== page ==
State lawmakers repeatedly claimed in recent years that preserving the integrity of Virginia’s elections justified – demanded, even – mandating that voters show photo identification in order to cast a ballot. This year, Republicans are pushing forward a proposal that requires voters seeking mail-in absentee ballots to provide photo ID. None of these requirements, of course, is based on evidence of widespread ballot fraud.…But the biggest risk to the integrity of Virginia’s elections exists in the unreliability of aging electronic voting machines used at four out of five polling stations across the commonwealth. And Republicans, who control both chambers of Virginia’s legislature, have taken a curiously hands-off approach to solving that problem. Gov. Terry McAuliffe proposed designating $1.6 million to help reimburse localities that recently replaced their equipment, and another $28 million in bonds to help more localities purchase new electronic voting machines. Those funds could have played a vital role in efforts to ensure that every vote is counted, yet Republicans in the Senate and House of Delegates rejected the request while assembling their respective budget plans.
… These machines have a lifespan of about 7 to 10 years, but most of Virginia’s registrars possess equipment that is at least 10 years old. This increases the risk of the machines losing calibration, as happened in Virginia Beach, experiencing the failure of backup memory systems and having batteries that fail to hold a charge. Each of those represents a significant risk to the integrity of the vote in Virginia.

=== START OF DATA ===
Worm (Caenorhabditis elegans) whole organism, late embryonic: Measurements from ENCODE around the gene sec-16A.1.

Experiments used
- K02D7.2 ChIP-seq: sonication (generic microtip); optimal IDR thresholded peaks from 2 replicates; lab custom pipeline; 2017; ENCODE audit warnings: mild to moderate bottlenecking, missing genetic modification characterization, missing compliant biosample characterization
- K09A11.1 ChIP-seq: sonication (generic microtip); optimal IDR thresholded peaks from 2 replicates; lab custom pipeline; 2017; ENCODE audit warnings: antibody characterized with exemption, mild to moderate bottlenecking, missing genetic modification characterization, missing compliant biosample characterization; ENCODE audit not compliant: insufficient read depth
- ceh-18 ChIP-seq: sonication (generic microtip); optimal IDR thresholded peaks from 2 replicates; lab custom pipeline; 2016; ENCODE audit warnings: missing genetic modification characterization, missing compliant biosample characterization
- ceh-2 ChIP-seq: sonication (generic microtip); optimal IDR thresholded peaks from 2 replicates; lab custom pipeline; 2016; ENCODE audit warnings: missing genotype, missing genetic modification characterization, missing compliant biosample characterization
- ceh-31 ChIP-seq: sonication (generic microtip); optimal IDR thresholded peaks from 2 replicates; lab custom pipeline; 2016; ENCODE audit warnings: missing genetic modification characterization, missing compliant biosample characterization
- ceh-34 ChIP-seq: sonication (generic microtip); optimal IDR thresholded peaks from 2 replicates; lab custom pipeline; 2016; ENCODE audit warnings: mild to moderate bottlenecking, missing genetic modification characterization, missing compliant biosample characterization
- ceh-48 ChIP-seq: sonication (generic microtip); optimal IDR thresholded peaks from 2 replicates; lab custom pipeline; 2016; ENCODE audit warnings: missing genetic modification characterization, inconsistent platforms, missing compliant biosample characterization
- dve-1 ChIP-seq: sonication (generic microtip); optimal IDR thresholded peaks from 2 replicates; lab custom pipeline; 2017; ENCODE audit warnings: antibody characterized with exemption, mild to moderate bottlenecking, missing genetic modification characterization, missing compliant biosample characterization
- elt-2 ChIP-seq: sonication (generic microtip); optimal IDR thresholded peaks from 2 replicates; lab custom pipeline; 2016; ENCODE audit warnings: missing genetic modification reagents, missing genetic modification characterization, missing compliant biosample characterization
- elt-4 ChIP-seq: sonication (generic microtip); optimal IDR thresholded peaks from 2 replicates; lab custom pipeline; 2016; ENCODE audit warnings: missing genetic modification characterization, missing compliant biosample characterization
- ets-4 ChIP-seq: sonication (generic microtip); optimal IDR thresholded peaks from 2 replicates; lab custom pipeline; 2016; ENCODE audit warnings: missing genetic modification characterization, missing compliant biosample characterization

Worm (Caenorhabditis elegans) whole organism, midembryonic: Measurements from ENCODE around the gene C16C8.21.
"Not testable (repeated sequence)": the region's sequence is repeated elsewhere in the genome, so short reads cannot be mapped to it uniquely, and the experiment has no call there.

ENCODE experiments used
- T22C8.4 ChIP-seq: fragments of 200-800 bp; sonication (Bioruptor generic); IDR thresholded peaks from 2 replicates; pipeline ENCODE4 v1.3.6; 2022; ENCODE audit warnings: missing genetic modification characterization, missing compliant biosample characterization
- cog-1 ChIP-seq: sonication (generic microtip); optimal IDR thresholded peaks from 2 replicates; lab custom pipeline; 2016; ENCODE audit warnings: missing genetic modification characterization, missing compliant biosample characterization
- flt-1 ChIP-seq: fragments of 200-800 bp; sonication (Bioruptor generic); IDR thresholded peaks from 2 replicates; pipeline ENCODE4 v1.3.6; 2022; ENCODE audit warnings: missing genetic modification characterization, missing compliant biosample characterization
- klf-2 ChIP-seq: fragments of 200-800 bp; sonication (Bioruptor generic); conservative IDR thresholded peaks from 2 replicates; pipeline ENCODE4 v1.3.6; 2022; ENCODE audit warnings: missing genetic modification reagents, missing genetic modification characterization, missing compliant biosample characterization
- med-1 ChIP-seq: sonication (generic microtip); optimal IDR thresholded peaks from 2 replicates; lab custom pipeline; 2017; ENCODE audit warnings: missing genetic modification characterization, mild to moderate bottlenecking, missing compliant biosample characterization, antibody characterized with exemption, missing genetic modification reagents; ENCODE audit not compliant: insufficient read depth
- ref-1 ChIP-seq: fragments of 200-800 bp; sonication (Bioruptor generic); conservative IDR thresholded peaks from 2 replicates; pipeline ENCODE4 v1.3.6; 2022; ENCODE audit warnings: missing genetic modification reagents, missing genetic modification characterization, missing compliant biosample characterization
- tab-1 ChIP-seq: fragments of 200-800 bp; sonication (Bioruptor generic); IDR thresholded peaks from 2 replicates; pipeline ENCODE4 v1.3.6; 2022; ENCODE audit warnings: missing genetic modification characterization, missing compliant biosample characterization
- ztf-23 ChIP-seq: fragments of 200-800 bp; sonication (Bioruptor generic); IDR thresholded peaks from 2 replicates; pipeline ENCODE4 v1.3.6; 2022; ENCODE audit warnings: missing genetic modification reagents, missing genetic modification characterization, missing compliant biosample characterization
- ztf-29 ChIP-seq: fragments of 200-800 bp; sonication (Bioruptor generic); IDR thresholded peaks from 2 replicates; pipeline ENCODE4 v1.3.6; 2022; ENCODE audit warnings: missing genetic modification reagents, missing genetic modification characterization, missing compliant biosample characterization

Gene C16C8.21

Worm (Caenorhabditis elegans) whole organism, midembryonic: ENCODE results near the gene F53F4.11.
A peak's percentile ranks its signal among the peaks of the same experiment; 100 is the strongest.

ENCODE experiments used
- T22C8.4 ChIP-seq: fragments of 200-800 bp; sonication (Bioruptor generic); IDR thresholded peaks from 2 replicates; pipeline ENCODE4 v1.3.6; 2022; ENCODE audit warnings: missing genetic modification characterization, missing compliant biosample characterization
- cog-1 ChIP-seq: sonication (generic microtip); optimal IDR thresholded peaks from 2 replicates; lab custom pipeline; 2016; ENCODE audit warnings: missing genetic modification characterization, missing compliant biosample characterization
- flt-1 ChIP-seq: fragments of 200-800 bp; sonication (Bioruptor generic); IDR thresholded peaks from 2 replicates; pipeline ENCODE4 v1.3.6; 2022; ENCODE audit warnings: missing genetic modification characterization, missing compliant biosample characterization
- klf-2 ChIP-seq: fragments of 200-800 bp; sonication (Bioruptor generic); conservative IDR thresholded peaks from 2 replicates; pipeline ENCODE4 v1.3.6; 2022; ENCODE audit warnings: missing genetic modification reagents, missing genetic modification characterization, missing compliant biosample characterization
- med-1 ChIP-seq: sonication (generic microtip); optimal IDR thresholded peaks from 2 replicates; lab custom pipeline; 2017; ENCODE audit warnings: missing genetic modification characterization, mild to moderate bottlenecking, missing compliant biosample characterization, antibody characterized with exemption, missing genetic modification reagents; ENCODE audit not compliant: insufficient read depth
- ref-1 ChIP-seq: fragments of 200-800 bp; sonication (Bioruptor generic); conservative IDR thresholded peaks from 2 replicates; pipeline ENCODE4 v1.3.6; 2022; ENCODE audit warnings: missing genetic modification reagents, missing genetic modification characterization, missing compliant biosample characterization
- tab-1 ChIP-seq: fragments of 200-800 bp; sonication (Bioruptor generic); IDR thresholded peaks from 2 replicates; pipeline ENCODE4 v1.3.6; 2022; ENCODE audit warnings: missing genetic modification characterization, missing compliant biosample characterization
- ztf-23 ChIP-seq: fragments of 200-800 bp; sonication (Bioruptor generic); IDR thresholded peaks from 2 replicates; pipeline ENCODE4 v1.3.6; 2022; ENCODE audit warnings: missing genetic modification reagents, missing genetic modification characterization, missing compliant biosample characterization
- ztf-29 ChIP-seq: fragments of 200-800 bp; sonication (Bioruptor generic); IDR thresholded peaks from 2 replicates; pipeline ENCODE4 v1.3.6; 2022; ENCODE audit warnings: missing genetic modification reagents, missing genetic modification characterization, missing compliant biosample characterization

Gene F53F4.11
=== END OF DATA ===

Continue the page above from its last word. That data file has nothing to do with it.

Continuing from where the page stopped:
Lawmakers have contended that replacement of these machines is a responsibility for each locality. It’s a convenient way to pass the buck, particularly when those lawmakers have repeatedly pulled about $30 million annually from localities back to Richmond to help balance the state’s budget. The Senate has proposed ending this practice, and delegates should follow.
If legislators aren’t going to provide the equipment-replacement funds requested by the governor, they should at least quit taking local revenue. Cities and counties could use it to fix a very real problem – one that Republican lawmakers, apparently, have little interest in actually addressing.